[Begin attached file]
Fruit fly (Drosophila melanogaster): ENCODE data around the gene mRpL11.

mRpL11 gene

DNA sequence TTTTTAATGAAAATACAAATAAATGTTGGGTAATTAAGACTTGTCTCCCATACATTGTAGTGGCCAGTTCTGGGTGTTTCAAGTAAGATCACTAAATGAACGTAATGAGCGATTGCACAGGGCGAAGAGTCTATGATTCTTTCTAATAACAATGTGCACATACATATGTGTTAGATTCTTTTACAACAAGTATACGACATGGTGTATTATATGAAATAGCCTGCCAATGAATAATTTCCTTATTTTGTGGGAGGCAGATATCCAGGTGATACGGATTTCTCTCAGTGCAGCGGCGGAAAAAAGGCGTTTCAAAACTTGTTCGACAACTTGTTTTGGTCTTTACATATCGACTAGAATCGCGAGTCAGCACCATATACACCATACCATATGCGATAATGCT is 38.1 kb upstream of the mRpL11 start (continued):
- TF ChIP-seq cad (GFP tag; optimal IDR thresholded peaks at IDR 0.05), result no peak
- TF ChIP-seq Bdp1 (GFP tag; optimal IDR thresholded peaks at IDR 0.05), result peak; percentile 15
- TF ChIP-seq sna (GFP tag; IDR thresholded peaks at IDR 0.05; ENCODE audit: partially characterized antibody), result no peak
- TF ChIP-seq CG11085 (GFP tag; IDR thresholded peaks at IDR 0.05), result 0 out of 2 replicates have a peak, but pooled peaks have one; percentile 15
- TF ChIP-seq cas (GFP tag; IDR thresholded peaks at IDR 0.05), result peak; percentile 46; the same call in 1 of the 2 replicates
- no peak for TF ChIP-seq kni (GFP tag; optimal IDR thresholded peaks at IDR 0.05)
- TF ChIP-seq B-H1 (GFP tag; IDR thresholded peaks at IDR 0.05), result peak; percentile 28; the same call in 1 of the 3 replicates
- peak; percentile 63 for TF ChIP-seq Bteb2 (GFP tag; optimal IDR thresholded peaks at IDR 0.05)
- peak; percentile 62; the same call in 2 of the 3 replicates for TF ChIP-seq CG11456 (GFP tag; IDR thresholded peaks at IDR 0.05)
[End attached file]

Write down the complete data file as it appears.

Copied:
Fruit fly (Drosophila melanogaster): ENCODE data around the gene mRpL11.

mRpL11 gene

DNA sequence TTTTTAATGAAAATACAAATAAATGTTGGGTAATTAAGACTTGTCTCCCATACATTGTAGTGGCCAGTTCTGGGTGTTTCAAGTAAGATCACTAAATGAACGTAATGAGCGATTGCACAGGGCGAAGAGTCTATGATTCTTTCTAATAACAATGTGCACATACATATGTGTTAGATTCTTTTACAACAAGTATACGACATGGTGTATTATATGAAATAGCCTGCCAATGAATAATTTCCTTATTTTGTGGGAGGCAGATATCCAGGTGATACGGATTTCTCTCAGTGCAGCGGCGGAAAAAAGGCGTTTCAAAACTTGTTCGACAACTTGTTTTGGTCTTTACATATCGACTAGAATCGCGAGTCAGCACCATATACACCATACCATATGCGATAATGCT is 38.1 kb upstream of the mRpL11 start (continued):
- TF ChIP-seq cad (GFP tag; optimal IDR thresholded peaks at IDR 0.05), result no peak
- TF ChIP-seq Bdp1 (GFP tag; optimal IDR thresholded peaks at IDR 0.05), result peak; percentile 15
- TF ChIP-seq sna (GFP tag; IDR thresholded peaks at IDR 0.05; ENCODE audit: partially characterized antibody), result no peak
- TF ChIP-seq CG11085 (GFP tag; IDR thresholded peaks at IDR 0.05), result 0 out of 2 replicates have a peak, but pooled peaks have one; percentile 15
- TF ChIP-seq cas (GFP tag; IDR thresholded peaks at IDR 0.05), result peak; percentile 46; the same call in 1 of the 2 replicates
- no peak for TF ChIP-seq kni (GFP tag; optimal IDR thresholded peaks at IDR 0.05)
- TF ChIP-seq B-H1 (GFP tag; IDR thresholded peaks at IDR 0.05), result peak; percentile 28; the same call in 1 of the 3 replicates
- peak; percentile 63 for TF ChIP-seq Bteb2 (GFP tag; optimal IDR thresholded peaks at IDR 0.05)
- peak; percentile 62; the same call in 2 of the 3 replicates for TF ChIP-seq CG11456 (GFP tag; IDR thresholded peaks at IDR 0.05)